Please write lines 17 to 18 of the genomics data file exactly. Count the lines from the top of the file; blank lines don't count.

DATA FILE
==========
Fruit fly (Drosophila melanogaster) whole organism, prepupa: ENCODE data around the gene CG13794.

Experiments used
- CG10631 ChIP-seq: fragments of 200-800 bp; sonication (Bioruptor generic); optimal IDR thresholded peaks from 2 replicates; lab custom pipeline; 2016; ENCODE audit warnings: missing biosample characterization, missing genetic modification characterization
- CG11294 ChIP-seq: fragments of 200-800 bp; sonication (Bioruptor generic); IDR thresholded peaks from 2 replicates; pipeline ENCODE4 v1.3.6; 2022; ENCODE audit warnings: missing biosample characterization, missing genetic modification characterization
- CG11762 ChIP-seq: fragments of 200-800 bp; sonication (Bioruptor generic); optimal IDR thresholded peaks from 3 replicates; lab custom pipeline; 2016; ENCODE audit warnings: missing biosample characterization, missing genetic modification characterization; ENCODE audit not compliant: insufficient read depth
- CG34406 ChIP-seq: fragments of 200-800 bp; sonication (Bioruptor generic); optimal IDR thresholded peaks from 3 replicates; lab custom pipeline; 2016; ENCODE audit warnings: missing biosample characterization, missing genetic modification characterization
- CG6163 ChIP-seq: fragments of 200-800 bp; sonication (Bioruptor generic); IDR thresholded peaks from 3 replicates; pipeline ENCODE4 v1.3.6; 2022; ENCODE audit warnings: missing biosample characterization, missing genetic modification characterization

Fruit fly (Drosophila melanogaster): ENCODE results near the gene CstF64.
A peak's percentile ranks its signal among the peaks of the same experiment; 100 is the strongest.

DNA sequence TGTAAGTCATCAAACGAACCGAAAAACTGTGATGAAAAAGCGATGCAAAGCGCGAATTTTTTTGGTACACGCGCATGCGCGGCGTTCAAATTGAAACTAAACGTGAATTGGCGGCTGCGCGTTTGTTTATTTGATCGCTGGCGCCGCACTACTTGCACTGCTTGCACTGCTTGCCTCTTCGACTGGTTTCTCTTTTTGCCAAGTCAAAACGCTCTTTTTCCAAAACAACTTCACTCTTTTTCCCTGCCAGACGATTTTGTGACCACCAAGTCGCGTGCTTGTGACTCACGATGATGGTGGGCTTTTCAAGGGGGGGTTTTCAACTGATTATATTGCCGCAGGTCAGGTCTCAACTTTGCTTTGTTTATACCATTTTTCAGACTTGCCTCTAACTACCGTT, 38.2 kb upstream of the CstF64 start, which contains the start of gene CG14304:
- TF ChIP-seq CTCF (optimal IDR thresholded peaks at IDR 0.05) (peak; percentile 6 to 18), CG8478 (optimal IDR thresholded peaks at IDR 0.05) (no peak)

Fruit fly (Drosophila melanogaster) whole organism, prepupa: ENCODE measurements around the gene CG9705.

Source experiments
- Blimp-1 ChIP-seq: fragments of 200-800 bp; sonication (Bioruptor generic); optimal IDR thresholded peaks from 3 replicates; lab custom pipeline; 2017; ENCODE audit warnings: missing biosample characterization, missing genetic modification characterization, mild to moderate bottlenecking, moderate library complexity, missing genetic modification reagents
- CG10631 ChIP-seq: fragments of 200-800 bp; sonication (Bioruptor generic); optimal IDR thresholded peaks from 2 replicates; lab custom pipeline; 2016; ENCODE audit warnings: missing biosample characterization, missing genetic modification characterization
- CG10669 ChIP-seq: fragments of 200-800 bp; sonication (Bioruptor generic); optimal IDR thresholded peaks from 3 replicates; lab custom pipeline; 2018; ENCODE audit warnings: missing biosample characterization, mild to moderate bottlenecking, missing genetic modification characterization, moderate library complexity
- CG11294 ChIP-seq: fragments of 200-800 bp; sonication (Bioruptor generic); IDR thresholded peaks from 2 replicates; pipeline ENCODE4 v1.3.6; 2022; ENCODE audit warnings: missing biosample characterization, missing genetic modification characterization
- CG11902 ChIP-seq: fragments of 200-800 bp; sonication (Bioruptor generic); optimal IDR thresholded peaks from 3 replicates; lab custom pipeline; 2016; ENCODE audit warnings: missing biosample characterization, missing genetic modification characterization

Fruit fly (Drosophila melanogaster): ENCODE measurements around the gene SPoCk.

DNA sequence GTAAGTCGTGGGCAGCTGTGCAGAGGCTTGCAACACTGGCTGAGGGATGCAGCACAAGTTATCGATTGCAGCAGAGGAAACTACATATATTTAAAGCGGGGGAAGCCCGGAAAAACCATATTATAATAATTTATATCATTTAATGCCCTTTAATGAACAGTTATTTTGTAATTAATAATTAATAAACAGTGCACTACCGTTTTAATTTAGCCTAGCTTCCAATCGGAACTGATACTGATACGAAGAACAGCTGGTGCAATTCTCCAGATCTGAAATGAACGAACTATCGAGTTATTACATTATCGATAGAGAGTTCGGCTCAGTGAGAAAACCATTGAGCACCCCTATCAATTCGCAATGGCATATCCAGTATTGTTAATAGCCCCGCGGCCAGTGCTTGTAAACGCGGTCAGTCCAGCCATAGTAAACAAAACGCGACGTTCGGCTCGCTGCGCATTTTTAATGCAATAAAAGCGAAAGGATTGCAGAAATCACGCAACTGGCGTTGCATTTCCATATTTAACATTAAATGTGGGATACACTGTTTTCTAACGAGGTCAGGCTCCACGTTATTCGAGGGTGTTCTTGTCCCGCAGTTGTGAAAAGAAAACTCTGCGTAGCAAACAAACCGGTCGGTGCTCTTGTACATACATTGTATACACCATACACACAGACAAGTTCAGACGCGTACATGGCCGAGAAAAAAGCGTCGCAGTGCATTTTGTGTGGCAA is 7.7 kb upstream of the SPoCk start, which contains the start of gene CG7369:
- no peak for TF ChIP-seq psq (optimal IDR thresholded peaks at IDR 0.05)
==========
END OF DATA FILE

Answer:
- CG11294 ChIP-seq: fragments of 200-800 bp; sonication (Bioruptor generic); IDR thresholded peaks from 2 replicates; pipeline ENCODE4 v1.3.6; 2022; ENCODE audit warnings: missing biosample characterization, missing genetic modification characterization
- CG11902 ChIP-seq: fragments of 200-800 bp; sonication (Bioruptor generic); optimal IDR thresholded peaks from 3 replicates; lab custom pipeline; 2016; ENCODE audit warnings: missing biosample characterization, missing genetic modification characterization